Six of the seven most powerful computers in Ireland are owned by one company, with new entries on the list more than doubling the country’s HPC capacity.
Investment in high-performance computers (HPCs) in Ireland is continuing apace, with two new machines in recent months storming into the worldwide top 200.
Known only as ‘Company M’, a software company, rather than research centre, has seen its latest toys enter the global ranking of supercomputers at 196 and 197, respectively.
These supercomputers represent the second- and third-highest positions ever recorded by Irish computers on the global Top500 list – they are both a Linpack Rmax of 819.16 teraflops.
In 2008, a Xeon quad core machine operated by the Irish Centre for High-End Computing (ICHEC) reached 117th on the list, falling out of the top 100 within two years.
ICHEC still has one of Ireland’s most powerful machines, though, with Fionn the only computer outside of Company M’s array that makes it into the top seven domestically (sixth).
This more than doubles the Irish HPC capacity, which is up from 1.46 petaflops in November 2016, to 3.01 petaflops today.
Ireland has ranked on the Top500 list 29 times over a history of 23 years, with a total of 18 machines. More than half of these machines (11) and rankings (18) have been in the last six years, representing Ireland’s increasing pace of HPC investment.
“The continued growth of the Irish Supercomputer List reflects an exciting period of high-performance computing expansion,” said Dr Brett Becker of the School of Computer Science, University College Dublin.
“With emerging technologies in data analytics, AI and machine learning driving the proliferation of high-performance computing globally, it is important that Ireland continues to invest in high-performance computing,” said Becker, who also maintains the Irish Supercomputer List.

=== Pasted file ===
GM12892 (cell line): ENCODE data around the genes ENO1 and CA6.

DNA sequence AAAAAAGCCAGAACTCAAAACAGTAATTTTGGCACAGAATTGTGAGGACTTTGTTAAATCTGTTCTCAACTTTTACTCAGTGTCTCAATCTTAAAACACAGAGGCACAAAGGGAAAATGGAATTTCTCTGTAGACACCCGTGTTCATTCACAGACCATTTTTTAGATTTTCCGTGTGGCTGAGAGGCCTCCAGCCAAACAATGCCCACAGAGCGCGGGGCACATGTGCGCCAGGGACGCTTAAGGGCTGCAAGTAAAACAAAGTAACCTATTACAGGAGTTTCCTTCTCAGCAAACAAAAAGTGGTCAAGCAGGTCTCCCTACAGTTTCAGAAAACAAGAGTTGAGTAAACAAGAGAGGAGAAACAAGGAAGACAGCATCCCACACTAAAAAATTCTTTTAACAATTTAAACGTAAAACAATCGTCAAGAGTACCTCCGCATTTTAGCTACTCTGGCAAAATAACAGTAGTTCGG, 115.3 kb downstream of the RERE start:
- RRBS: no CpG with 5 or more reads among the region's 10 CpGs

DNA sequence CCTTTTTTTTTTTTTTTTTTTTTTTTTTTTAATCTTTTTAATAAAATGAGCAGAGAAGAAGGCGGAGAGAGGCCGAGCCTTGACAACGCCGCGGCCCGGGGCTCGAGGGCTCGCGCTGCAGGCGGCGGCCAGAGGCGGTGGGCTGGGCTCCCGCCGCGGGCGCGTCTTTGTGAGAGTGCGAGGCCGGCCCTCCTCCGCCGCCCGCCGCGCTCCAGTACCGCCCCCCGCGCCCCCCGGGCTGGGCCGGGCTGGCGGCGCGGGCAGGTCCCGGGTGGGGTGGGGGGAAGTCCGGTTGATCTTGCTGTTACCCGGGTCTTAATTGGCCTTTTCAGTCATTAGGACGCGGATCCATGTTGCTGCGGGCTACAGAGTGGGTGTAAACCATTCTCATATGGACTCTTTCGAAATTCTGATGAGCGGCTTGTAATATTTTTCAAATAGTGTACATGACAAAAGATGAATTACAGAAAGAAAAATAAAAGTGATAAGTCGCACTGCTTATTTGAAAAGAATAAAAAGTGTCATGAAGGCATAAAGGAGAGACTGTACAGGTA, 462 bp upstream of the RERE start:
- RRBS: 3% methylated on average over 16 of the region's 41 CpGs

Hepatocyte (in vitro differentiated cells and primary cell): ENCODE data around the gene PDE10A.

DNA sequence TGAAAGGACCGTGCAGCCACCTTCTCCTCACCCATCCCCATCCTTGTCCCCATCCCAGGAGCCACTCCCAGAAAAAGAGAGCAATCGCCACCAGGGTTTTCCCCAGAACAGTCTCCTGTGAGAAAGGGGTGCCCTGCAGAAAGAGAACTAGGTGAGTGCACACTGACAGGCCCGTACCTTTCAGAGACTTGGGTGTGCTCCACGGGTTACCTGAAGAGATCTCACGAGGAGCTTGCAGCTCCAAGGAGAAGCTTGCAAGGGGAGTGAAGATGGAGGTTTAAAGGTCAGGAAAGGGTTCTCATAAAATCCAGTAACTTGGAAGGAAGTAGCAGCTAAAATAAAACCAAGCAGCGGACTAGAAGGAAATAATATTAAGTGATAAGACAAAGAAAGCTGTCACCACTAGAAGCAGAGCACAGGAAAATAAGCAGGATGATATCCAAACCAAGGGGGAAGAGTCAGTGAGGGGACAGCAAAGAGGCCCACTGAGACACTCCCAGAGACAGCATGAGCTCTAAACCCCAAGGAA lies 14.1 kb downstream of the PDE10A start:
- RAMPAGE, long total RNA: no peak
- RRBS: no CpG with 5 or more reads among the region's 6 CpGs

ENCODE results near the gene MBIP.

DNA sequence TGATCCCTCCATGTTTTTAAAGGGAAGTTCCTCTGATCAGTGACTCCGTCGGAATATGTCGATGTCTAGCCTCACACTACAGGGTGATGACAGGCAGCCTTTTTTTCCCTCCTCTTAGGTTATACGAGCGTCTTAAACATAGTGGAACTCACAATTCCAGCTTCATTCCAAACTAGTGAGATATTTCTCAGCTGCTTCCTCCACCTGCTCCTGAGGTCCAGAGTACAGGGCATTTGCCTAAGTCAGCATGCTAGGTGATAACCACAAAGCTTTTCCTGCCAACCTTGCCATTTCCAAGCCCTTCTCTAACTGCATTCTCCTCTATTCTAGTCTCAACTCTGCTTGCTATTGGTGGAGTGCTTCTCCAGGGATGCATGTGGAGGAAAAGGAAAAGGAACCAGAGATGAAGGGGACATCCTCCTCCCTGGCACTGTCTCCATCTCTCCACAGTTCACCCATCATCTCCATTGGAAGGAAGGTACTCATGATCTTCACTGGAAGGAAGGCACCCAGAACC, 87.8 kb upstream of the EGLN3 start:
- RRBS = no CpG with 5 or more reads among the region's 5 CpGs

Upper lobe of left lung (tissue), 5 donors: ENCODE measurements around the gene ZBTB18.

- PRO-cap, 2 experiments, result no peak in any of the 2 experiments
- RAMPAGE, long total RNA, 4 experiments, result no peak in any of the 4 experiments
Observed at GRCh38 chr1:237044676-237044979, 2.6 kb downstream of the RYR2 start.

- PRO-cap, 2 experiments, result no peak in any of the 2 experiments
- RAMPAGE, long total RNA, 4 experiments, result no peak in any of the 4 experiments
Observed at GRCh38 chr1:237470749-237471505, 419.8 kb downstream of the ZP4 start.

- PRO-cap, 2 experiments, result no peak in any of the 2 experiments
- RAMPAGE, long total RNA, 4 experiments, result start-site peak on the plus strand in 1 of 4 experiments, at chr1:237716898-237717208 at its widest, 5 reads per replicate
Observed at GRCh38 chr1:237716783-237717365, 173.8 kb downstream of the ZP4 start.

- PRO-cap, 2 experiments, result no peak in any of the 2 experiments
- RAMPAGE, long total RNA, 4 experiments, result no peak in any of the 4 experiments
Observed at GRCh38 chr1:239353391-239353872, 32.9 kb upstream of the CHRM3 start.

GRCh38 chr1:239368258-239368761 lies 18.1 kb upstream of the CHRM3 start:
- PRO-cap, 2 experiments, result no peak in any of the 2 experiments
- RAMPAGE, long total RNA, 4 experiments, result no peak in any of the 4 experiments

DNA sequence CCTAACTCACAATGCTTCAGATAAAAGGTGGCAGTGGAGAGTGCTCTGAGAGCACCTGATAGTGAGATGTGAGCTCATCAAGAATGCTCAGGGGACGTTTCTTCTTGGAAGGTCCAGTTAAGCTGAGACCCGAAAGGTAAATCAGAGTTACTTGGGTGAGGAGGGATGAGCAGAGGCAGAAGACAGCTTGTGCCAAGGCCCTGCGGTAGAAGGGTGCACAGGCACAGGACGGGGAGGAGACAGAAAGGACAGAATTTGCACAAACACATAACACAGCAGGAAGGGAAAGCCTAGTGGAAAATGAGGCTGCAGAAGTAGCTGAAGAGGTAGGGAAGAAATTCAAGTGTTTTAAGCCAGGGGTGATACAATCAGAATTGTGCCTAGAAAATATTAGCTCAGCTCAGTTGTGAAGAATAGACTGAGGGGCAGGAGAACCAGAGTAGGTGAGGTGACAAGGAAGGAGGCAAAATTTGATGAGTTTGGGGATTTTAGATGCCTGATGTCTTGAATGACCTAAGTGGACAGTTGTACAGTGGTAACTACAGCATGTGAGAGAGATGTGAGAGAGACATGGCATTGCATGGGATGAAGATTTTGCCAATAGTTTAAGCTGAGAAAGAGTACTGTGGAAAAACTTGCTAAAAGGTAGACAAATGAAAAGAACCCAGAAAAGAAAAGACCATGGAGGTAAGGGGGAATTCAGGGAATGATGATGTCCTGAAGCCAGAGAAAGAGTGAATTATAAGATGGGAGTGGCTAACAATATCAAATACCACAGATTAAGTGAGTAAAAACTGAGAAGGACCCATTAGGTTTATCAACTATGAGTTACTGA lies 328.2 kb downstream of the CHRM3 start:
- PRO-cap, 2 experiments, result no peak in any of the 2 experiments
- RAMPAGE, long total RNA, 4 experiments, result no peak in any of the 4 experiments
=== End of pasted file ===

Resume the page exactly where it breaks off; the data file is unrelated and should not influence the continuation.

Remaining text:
Participating as close to the top of the overall global computing list is important, he said, “in order to remain globally competitive in today’s emerging technologies that promise to drive the future economy and to improve the quality of people’s lives”.
Two Chinese supercomputers and an upgraded supercomputer in Switzerland rank ahead of the US now in the overall global list, released earlier this week.
China last year revealed the most powerful machine in the world, the Sunway TaihuLight, with 93 petaflops of processing power. It is this machine that still reigns supreme.
Now, the supercomputer arms race is heating up once again, with news that the US Department of Energy is pumping $258m into research in this field across six American tech companies: IBM, Intel, HP Enterprise, Nvidia, Cray and AMD.
The purpose of the PathForward programme, the department said, is to maximise the energy efficiency and overall performance of future large-scale supercomputers.